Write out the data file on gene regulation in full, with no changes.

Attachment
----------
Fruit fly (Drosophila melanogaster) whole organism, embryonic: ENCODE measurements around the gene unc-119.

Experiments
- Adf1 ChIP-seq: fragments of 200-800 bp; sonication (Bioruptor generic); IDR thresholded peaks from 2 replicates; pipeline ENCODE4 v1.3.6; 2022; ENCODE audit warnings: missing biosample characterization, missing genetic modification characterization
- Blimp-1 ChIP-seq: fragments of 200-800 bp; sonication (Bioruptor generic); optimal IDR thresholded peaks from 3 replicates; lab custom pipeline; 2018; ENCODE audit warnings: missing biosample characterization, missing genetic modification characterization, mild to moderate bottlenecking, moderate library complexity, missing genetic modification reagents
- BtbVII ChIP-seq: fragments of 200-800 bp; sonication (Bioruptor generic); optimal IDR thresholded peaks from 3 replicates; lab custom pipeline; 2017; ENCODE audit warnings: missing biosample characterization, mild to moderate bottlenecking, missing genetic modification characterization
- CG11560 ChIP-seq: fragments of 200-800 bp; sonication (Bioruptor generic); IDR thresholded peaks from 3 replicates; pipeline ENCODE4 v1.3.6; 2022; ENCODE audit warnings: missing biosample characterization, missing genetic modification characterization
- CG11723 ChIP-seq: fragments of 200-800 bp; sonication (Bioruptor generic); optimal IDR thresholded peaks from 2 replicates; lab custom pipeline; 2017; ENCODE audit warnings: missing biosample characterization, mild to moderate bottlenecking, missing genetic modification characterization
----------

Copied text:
Fruit fly (Drosophila melanogaster) whole organism, embryonic: ENCODE measurements around the gene unc-119.

Experiments
- Adf1 ChIP-seq: fragments of 200-800 bp; sonication (Bioruptor generic); IDR thresholded peaks from 2 replicates; pipeline ENCODE4 v1.3.6; 2022; ENCODE audit warnings: missing biosample characterization, missing genetic modification characterization
- Blimp-1 ChIP-seq: fragments of 200-800 bp; sonication (Bioruptor generic); optimal IDR thresholded peaks from 3 replicates; lab custom pipeline; 2018; ENCODE audit warnings: missing biosample characterization, missing genetic modification characterization, mild to moderate bottlenecking, moderate library complexity, missing genetic modification reagents
- BtbVII ChIP-seq: fragments of 200-800 bp; sonication (Bioruptor generic); optimal IDR thresholded peaks from 3 replicates; lab custom pipeline; 2017; ENCODE audit warnings: missing biosample characterization, mild to moderate bottlenecking, missing genetic modification characterization
- CG11560 ChIP-seq: fragments of 200-800 bp; sonication (Bioruptor generic); IDR thresholded peaks from 3 replicates; pipeline ENCODE4 v1.3.6; 2022; ENCODE audit warnings: missing biosample characterization, missing genetic modification characterization
- CG11723 ChIP-seq: fragments of 200-800 bp; sonication (Bioruptor generic); optimal IDR thresholded peaks from 2 replicates; lab custom pipeline; 2017; ENCODE audit warnings: missing biosample characterization, mild to moderate bottlenecking, missing genetic modification characterization